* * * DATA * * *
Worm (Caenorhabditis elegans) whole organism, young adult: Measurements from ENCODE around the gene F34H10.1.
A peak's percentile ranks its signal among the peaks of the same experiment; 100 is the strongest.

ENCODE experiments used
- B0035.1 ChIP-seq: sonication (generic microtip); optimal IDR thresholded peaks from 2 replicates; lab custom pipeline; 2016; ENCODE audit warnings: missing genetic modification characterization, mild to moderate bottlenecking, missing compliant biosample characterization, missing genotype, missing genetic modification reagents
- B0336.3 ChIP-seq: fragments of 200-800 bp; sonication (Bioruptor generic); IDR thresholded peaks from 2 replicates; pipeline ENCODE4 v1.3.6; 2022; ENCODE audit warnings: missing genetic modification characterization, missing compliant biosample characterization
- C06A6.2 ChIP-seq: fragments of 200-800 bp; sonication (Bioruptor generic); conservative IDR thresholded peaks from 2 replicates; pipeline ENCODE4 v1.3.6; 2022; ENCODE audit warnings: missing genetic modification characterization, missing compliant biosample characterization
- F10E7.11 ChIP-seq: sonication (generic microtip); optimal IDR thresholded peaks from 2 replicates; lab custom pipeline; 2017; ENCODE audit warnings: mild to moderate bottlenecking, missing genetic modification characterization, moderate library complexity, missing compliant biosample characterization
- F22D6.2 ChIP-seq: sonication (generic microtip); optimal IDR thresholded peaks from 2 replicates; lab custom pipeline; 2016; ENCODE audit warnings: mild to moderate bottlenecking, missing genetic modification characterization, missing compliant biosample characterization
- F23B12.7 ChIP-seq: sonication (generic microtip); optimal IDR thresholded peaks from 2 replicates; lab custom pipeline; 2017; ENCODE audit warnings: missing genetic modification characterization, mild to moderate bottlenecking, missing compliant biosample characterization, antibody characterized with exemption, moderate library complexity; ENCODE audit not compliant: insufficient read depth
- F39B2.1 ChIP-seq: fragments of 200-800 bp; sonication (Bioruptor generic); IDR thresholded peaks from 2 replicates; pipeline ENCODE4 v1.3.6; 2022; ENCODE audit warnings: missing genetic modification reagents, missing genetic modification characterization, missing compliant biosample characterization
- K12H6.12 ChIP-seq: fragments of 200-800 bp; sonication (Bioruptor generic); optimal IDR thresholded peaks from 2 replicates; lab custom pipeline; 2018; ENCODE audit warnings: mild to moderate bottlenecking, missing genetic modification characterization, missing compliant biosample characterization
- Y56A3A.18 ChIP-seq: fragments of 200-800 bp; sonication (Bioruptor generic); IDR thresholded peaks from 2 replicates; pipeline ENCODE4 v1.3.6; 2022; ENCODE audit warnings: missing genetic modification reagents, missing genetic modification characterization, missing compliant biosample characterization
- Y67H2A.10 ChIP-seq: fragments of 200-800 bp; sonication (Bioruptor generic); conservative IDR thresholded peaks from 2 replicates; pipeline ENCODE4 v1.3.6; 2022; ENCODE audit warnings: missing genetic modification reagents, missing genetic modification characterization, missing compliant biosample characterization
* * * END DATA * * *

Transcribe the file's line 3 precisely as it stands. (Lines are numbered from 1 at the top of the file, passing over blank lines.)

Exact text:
ENCODE experiments used